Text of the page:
As the battle between President Mokgweetsi Masisi and his predecessor, Ian Khama, intensifies, a third presidential name has been mentioned in accusatory fashion.
At a kgotla meeting that was held in Serowe last month, one of the female speakers pointed a finger of blame at former President Festus Mogae for having recruited Khama into politics but had now abandoned him. Last week, that charge was repeated in another form by a Botswana Patriotic Front activist, Ogaufi Nthobelang, at a press conference in Gaborone.
“Rre [Mr.] Mogae is a hypocrite who used Khama to save his presidency” he said following his release from the custody of the Directorate of Intelligence and Security Services.
Mogae took over the reins of power from Sir Ketumile Masire on April 1, 1998 and made Khama, who had resigned as army commander the previous day, his Vice President. This happened at a time that the ruling Botswana Democratic Party (BDP) had been torn asunder by factionalism. It was hoped that the hugely popular Khama would unite the party. Khama is also the kgosi (traditional leader) of the Bangwato, whose tribal headquarters are in Serowe. After Khama took office and with a bye-election that he was participating in on the way, Mogae addressed a kgotla meeting in Serowe during which he “borrowed” Khama from the tribe.
So, on the face of it, it was Mogae who recruited Khama into politics but the facts state otherwise. While he was still Vice President, Khama gave an interview to Monitor in which he stated that some businesspeople he didn’t name wanted him to join politics. All the evidence points to former Debswana Diamond Company Managing Director, Louis Nchindo, as “some businesspeople.”
The BDP did poorly in the 1994 elections when the main opposition, the Botswana National Front, won a historic 14 seats. This was largely seen as a clear sign that the party was about to defeat the BDP. Towards the 1999 elections, it was reported that De Beers, a Debswana shareholder, had contracted a University of Cape Town political scientist, Professor Lawrence Schlemmer, to undertake a study on how the BDP could revive itself. This made perfect sense because the BNF would definitely have wanted to revise the diamond-mining deal that De Beers has signed with Botswana – the party had actually so indicated. In his report, which was leaked to the press, Schlemmer recommended that the BDP should change guard by bringing in a “charismatic figure.” Resultantly, Masire stepped down, Mogae ascended the presidency and a charismatic figure in the person of Khama became Vice President.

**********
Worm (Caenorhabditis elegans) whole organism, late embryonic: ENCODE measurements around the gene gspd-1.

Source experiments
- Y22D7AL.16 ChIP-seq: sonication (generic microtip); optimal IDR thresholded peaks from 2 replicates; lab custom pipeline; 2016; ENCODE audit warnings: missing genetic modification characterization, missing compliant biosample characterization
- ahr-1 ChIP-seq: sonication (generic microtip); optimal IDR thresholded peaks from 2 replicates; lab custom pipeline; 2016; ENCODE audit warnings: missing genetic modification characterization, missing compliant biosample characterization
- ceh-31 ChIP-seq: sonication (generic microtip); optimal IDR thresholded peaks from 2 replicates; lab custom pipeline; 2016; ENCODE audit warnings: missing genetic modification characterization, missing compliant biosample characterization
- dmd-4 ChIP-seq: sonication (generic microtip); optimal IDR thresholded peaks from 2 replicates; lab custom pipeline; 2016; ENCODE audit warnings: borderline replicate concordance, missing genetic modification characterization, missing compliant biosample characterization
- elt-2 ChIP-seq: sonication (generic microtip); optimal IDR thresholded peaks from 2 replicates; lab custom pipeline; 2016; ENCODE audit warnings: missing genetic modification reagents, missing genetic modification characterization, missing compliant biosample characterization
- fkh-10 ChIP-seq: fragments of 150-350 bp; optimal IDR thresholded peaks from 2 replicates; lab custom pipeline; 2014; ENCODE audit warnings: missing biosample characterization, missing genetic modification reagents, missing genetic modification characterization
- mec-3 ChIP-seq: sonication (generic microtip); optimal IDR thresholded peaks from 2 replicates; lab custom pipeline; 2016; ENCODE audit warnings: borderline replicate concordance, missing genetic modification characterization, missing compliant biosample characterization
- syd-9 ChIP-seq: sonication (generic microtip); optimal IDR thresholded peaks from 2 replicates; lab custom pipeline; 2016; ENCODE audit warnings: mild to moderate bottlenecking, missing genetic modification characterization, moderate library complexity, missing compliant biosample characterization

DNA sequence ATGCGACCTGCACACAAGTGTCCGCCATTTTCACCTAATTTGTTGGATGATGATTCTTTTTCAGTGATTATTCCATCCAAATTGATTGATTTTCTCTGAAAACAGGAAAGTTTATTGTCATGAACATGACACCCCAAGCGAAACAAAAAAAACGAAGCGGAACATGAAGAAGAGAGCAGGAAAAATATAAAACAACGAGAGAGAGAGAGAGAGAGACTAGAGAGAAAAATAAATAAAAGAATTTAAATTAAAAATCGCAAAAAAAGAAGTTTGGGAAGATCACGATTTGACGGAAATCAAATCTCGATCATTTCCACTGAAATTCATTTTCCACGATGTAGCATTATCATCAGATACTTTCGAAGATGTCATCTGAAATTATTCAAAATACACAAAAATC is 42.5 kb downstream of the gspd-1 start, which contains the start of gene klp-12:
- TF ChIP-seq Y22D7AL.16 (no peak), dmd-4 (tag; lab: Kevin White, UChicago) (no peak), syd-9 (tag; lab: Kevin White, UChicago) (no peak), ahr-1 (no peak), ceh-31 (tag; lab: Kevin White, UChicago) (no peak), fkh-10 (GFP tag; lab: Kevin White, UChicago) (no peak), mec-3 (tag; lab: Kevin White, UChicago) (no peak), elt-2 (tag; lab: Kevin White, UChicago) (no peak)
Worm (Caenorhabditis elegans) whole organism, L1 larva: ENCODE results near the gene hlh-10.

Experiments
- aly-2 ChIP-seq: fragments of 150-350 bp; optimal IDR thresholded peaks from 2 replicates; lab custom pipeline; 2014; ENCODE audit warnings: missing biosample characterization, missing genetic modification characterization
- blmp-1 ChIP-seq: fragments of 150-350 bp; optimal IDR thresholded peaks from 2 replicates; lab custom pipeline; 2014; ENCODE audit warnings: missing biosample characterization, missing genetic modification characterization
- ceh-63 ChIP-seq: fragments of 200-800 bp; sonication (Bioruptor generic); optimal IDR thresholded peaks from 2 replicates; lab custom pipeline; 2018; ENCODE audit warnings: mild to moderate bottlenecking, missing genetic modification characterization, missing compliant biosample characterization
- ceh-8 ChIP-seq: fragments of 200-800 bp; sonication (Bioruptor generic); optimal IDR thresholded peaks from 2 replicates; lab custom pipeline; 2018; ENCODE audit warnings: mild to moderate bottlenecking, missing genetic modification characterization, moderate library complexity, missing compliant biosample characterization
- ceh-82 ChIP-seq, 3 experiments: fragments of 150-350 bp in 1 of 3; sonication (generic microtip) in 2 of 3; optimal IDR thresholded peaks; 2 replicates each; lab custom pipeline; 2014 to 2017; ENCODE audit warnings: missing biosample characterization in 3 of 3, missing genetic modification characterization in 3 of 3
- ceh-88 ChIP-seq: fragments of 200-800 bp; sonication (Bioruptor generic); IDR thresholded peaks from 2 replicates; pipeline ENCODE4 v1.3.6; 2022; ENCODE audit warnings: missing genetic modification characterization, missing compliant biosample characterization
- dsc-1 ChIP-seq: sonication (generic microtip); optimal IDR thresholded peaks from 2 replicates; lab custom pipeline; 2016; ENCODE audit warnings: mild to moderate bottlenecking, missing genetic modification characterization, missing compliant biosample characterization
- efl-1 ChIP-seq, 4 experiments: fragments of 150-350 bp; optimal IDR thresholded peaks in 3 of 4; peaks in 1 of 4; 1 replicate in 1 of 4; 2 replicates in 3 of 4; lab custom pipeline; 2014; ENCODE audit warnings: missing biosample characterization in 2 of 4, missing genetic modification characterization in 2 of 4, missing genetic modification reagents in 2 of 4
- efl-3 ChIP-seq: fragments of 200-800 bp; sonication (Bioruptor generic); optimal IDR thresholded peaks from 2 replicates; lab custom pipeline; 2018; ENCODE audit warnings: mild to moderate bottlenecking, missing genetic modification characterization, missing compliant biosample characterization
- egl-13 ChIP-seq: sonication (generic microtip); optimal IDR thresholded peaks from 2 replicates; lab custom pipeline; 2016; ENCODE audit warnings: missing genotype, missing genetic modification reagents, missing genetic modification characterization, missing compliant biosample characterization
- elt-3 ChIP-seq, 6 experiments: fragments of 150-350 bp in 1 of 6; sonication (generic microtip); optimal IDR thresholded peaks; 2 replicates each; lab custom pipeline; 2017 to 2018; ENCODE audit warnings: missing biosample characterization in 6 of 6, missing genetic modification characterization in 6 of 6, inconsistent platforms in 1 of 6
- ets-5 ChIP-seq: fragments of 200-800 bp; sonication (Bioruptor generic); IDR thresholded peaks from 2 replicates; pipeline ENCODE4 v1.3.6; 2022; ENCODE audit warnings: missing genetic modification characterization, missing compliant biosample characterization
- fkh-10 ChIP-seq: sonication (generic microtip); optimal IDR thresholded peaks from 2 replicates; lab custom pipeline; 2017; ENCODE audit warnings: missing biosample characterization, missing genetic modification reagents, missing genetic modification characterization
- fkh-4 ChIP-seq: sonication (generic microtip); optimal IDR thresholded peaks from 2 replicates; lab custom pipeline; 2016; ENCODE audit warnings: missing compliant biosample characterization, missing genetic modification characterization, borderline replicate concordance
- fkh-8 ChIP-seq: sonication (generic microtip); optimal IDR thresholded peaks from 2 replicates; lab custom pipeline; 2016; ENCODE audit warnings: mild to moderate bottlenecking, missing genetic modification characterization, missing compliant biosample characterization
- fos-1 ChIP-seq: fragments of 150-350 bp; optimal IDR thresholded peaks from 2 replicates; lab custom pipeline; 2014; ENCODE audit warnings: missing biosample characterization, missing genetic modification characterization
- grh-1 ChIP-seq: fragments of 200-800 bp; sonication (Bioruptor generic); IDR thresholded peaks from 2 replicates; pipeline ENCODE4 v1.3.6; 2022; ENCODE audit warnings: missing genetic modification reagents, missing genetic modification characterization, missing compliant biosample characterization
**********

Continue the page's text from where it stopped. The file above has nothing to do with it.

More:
However, the story would change with the leaking of highly confidential cables from the United States Embassy in Gaborone. This happened courtesy of WikiLeaks, an international whistleblower organisation. The cables remove De Beers from the picture and put Nchindo front and centre in the whole intrigue. The flamboyant political wheeler-dealer never forgave Masire for dropping him as Debswana MD and replacing him with Baledzi Gaolatlhe. As revenge, he wanted Masire out of the State House and the results of the 1994 elections provided him with opportunity to do so. The cables quote a Debswana employee as telling an Economic Officer at the US Embassy that Nchindo himself (not De Beers) contracted and paid Schlemmer out of his own pocket. If he who pays the piper indeed calls the tune, it is more than likely that Nchindo influenced recommendations in the Schlemmer Report. It is as likely that De Beers supported Nchindo’s plans.
Viewed against this background, Mogae played a minimal role in Khama’s ill-fated foray into politics. When Mogae addressed the Serowe meeting to borrow Khama, a deal had long been struck between the latter and “some businesspeople.” This background would certainly help those who blame Mogae for what Khama is going through (he fled to South Africa last month to evade law enforcement) gain a fresh perspective.